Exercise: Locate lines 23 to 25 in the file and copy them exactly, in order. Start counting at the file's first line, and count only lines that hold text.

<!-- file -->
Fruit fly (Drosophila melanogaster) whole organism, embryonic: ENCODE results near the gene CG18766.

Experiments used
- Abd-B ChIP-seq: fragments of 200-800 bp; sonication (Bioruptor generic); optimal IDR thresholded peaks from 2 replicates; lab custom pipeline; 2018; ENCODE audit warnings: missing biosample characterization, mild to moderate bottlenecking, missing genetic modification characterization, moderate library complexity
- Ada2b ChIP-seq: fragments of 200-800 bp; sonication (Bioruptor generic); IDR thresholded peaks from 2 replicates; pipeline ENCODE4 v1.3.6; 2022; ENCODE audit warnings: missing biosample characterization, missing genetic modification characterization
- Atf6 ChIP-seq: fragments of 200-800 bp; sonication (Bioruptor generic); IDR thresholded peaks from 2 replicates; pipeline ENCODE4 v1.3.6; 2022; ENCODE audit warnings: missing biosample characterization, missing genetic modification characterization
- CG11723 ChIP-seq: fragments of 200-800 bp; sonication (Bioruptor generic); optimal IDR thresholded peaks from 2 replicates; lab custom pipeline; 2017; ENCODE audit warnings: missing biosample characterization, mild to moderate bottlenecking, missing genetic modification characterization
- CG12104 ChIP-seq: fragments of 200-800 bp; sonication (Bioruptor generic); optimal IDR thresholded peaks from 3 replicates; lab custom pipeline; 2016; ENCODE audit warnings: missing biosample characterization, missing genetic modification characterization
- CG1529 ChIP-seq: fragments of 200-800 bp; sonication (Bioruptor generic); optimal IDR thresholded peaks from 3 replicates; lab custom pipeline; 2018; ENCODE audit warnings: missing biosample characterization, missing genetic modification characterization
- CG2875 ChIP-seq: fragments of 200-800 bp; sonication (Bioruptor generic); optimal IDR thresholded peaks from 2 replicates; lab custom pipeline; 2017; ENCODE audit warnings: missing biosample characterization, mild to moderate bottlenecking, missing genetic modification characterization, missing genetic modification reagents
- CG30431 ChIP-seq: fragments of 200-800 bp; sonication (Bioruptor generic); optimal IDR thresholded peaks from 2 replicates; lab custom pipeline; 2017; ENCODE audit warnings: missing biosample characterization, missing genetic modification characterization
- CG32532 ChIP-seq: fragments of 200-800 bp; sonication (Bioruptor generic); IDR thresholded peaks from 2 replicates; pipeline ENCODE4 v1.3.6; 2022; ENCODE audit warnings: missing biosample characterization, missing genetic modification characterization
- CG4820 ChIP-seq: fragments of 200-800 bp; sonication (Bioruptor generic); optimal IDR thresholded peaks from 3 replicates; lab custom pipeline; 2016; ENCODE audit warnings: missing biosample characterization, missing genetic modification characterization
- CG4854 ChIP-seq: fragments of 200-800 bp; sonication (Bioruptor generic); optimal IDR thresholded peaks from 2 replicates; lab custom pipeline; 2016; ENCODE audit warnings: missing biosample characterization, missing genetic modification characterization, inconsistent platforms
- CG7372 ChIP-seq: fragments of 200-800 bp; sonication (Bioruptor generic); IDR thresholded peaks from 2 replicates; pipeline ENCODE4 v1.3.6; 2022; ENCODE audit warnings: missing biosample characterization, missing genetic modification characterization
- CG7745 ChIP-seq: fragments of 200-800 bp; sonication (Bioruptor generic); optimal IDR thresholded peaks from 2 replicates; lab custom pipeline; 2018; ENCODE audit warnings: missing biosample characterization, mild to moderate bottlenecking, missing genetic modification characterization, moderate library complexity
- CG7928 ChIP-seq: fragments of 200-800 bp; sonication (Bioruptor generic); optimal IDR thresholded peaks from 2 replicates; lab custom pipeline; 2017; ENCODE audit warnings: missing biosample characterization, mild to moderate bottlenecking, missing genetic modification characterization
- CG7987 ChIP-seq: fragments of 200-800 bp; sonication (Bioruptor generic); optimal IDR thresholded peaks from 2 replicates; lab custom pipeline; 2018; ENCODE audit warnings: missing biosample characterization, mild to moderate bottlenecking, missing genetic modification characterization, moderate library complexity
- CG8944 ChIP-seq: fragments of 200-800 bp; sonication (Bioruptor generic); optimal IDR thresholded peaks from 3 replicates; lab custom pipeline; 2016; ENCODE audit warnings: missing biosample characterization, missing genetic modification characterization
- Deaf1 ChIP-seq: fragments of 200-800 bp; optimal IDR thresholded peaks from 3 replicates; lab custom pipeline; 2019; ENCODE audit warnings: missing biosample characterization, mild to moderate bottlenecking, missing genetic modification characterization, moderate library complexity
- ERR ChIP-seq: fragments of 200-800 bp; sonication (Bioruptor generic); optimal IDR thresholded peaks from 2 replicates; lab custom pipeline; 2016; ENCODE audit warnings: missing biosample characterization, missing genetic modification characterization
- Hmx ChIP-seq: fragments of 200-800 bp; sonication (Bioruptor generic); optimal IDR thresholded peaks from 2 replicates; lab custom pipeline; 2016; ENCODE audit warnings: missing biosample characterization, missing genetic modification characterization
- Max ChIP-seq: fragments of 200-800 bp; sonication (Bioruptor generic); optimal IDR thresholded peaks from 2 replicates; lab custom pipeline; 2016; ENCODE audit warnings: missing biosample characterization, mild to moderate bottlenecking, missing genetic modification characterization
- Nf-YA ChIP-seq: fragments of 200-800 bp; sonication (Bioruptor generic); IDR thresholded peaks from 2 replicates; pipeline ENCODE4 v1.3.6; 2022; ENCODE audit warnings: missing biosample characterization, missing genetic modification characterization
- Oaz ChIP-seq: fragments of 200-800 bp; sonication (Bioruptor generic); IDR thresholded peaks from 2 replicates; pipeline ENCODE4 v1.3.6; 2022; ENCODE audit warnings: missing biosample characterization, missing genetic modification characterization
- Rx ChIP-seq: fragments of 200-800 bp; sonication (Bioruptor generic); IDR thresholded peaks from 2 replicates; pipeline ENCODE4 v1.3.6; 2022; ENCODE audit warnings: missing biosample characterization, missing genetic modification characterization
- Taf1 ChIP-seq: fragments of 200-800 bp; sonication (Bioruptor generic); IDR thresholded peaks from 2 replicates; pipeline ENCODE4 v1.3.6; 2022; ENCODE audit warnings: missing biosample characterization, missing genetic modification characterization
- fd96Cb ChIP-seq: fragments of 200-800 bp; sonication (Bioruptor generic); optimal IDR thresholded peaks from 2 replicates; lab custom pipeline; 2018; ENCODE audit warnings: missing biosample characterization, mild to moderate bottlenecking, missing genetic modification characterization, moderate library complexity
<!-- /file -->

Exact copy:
- Nf-YA ChIP-seq: fragments of 200-800 bp; sonication (Bioruptor generic); IDR thresholded peaks from 2 replicates; pipeline ENCODE4 v1.3.6; 2022; ENCODE audit warnings: missing biosample characterization, missing genetic modification characterization
- Oaz ChIP-seq: fragments of 200-800 bp; sonication (Bioruptor generic); IDR thresholded peaks from 2 replicates; pipeline ENCODE4 v1.3.6; 2022; ENCODE audit warnings: missing biosample characterization, missing genetic modification characterization
- Rx ChIP-seq: fragments of 200-800 bp; sonication (Bioruptor generic); IDR thresholded peaks from 2 replicates; pipeline ENCODE4 v1.3.6; 2022; ENCODE audit warnings: missing biosample characterization, missing genetic modification characterization